The Manhattan Project National Historical Park came a little closer to reality Tuesday when the National Park Service and the Department of Energy released their agreement for jointly managing the park to commemorate the top-secret World War II program that developed the atomic bomb.
The new park will have three sites: Los Alamos, where the bomb was designed and tested; Oak Ridge, Tenn., where enriched uranium was produced for the Manhattan Project; and Hanford, Wash., where the plutonium was manufactured.
Former U.S. Sen. Jeff Bingaman, who got the ball rolling in 2004 with a bill to study the possibility of creating the historical park, said Tuesday, “My view is it’s a very important chapter in the history of our country and the world. It’s hard to think of any initiative the federal government undertook that had more impact, other than going to war. And a lot of people growing up today have little knowledge about it. This national historical park is a way to educate people and keep them informed about what did occur.”
Not everyone in New Mexico supports the project.
Greg Mello, a co-founder of the anti-nuclear watchdog Los Alamos Study Group, called it a “debasement of the national parks idea.”
Bingaman acknowledged the antipathy, but said, “Obviously, there are a lot of things to debate about what was done — what should have been done. The national historical park designation will help preserve that.”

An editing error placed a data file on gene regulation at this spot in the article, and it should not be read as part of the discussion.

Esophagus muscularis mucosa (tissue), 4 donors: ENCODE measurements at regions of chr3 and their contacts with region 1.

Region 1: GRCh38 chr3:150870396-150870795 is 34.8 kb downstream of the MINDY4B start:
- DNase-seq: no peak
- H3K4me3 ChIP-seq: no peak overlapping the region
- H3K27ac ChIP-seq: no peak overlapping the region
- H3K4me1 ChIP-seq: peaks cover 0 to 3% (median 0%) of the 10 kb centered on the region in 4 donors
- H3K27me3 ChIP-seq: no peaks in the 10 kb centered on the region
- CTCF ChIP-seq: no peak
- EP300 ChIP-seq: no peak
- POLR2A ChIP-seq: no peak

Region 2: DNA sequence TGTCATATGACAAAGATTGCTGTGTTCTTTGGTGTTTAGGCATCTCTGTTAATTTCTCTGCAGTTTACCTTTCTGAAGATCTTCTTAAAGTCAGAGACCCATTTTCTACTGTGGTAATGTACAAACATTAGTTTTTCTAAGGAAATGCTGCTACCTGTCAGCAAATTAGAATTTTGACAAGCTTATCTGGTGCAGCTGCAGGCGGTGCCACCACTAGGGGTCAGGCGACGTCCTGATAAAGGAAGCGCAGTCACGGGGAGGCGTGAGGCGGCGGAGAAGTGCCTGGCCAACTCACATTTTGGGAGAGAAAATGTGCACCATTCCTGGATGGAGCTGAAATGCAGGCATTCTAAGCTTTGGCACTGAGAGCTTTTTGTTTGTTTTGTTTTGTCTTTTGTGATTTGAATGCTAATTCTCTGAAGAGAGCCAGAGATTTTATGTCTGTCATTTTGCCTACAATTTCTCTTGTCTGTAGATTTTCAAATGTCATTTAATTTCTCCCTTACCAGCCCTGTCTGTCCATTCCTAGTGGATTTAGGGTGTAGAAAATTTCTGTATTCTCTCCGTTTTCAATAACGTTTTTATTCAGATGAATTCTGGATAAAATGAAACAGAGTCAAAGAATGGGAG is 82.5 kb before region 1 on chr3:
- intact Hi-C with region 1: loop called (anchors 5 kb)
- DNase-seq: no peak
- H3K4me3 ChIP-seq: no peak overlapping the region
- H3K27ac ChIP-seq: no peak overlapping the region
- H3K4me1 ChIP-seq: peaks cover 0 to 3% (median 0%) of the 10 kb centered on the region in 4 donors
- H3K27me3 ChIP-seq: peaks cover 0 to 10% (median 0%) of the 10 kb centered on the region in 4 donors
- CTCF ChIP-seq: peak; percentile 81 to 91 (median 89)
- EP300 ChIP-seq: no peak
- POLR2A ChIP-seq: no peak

Heather McClenahan, director of the Los Alamos Historical Society, said the new park is a “valuable project for the entire world. Its history changed the world. We can always bury our heads in the sand, but it’s better to look at controversial history from as many perspectives as there are, then ask ourselves how we move forward.”
As the nation’s storyteller, the National Park Service “will look at multiple perspectives, broad stories that really aren’t told anywhere,” McClenahan added.
After site visits, the Department of Energy and National Park Service officials decided which properties under federal authority should initially be included in the park. In Los Alamos, they include Gun Site Facilities, where the uranium gun-type bomb, “Little Boy,” was designed and developed; V-Site Facilities where the “Gadget” or plutonium-based implosion device was tested; and the Pajarito Site.
The Quonset Hut Assembly Building, TA-22-1, where the first Fat Man bomb was assembled, is not included because it is needed to support the current Department of Energy mission. The Fat Man bomb was the type tested at Trinity Site in July 1945 and later dropped on Nagasaki, Japan.
Work on the park is being paid for with existing funds from the two agencies. President Barack Obama’s 2016 budget request for the National Park Service includes $180,000 for the park.
Next year, foundation documents will be developed, identifying the park’s resources, values and history. No decisions have been made yet about the location of visitor centers or how the three sites will be exactly managed.
Owen Pagano,program director for the Atomic Heritage Foundation, said, “The development of atomic energy was probably one of the most significant events of the 20th century. Nuclear proliferation is in the news a lot. Preserving the history, and understanding of how it all began, is important.”
The legislation establishing the new park was included in the National Defense Authorization Act approved last year. A number of the Manhattan Project buildings included in the park were scheduled for demolition in 1997 but got a last-minute reprieve.
Public comment on the federal agencies’ cooperative agreement to manage the park closes Aug. 28.
Contact Anne Constable at 986-3022 or firstname.lastname@example.org.